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School children lead sanitation drive in Nepal

© UNICEF/2007/Karki
Child club members of Meghraj Lower Secondary and Shukla Gandaka High School on the occasion of the National Sanitation Action Week in Nepal.

By Robin Giri

GHACHOWK, KASKI DISTRICT, Nepal, 25 May 2007 - Around the countryside of the Kaski district in Nepal, school children led their communities in a sanitation drive as the Eighth National Sanitation Action Week got underway earlier this month.

In a country where only 45 per cent of the population has access to a toilet, the Ghachowk Village Development Committee in the Kaski district is setting an example that others in the nation will hopefully learn from and follow suit.

‘Ghachowk is a 100 per cent sanitation zone. Every home in our village has a latrine’, proclaim billboards on the path leading into the village.

Poor hygiene and lack of sanitation is responsible for about 70 per cent of childhood illnesses in Nepal. Nearly 10 million episodes of diarrhoea occur among children under five, resulting in approximately 13,000 child deaths every year.

© UNICEF/2007/Karki
Members of mothers’ organisations rallying in Leknath municipality urging neighbours to build latrines.

Children in charge

Spearheading this community drive in sanitation and hygiene is a band of school children and teachers of the Shukla Gandaki High School and Meghraj Lower Secondary School. All 549 homes in this Village Development Committee have a toilet and there is no open defecation.

“Earlier when we went to our neighbours and told them about the benefits of constructing a latrine, they would chase us out as if we said something offensive,” says eighth grader Madan Pokharel, the chairperson of the children’s club for Meghraj Lower Secondary School.

“But now, everybody takes pride in the fact that there isn’t even cow-dung or trash on the roads in our village,” says the 14-year-old, on the occasion of the National Sanitation Action Week observed across Nepal from May 7-13.

“The children were ecstatic when we told them what we were planning to do in the village,” says Tika Ram Lamsal, the headmaster of Meghraj Lower Secondary School and coordinator of the total sanitation campaign for Ghachowk village. “We did all we could but it was ultimately upon children like Madan who could better convince their parents,” he says.

© UNICEF/2007/Karki
A signboard in Ghachowk village proclaims that every house in this village has a toilet and warns about the dangers of communicable diseases.

Schools lead sanitation drive

The National Sanitation Action Week was initiated by UNICEF seven years ago and is conducted every year in partnership with the Government of Nepal and 25 key agencies, including the School Sanitation and Hygiene Education (SSHE).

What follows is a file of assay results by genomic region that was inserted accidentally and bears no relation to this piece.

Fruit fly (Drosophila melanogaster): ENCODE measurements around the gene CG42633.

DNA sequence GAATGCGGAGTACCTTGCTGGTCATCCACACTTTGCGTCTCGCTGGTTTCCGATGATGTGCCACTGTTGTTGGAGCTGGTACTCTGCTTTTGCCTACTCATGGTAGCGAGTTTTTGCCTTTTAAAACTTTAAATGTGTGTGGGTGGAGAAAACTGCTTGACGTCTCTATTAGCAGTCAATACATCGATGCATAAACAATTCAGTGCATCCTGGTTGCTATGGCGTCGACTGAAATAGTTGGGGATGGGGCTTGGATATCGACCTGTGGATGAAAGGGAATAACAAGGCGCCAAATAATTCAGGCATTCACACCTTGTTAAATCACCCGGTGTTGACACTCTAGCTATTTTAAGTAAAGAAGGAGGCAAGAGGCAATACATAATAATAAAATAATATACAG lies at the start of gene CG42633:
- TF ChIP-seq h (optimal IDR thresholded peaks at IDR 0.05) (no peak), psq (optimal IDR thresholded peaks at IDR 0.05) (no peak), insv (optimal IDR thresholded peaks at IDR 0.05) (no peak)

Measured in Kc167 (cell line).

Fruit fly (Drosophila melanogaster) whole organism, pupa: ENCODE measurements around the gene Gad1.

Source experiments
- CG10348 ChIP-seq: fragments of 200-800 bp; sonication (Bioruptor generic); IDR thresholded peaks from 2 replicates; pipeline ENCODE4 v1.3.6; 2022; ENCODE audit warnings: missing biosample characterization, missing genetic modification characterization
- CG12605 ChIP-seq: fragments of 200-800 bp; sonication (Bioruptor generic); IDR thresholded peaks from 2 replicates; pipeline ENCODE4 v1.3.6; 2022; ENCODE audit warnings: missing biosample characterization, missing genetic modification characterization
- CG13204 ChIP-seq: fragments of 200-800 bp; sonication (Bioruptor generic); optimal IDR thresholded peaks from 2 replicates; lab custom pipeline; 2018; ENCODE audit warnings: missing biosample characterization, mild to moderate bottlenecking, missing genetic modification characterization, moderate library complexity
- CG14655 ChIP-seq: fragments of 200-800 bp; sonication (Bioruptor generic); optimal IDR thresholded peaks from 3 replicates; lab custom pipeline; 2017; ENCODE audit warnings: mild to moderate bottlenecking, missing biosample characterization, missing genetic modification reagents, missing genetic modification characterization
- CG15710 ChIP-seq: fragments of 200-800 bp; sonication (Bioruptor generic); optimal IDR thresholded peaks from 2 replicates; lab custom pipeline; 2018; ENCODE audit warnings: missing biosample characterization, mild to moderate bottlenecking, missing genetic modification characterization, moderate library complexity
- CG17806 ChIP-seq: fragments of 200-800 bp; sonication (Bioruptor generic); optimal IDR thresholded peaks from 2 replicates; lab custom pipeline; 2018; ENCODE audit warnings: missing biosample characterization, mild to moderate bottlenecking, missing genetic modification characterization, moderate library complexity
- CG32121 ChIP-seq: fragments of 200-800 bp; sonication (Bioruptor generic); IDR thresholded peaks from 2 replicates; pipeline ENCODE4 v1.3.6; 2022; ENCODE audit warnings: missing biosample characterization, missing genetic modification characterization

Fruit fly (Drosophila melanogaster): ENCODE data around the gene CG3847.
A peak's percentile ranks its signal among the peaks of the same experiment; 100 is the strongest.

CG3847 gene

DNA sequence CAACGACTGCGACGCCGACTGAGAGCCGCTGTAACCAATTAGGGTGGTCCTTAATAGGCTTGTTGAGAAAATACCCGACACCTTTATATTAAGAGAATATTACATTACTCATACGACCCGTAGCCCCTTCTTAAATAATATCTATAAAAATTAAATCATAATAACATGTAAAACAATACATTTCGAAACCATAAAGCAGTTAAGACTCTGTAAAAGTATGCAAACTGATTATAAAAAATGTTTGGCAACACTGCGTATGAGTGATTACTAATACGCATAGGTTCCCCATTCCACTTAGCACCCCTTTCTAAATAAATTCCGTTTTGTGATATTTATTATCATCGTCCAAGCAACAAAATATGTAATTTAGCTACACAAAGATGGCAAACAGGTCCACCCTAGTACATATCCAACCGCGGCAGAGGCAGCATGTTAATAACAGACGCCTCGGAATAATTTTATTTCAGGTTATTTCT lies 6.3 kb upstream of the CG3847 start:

Activities help to ensure that students are aware they need to wash their hands with soap after going to the toilet or before meals, clip their nails, and keep their school premises clean.

In 2005, the Water Supply and Sanitation Sub Divisional Office (WSSDO), with technical and financial support from UNICEF, launched the School-Led-Total-Sanitation (SLTS) project as an innovative approach that incorporated the existing SSHE programme.

Initially, UNICEF and WSSDO trained the teachers and offered to provide a toilet pan, 10 ft of pipe, and technical support to every household to construct a latrine. But soon, community members started buying their own materials, and now most donor agencies are discouraging any direct interventions. 

Working together toward a cleaner country

The SLTS programme also incorporates adult members of the community, such as members of the School Management Committee, the Parent Teacher Associations and the mothers’ clubs, who are also part of the larger Cleanliness Committee.

After the child club members and other school students received training from their teachers, they began to campaign and educate their parents and neighbours about the benefits of constructing a latrine and keeping their community clean. The joint committee of students and adult community members also share responsibilities for trash collection, sweeping roads and clearing the neighbourhood of animal waste.

The Government of Nepal has a target of reaching 100 per cent sanitation by 2017. With the enthusiasm and willingness on the part of children and adults alike, this goal is within reach.



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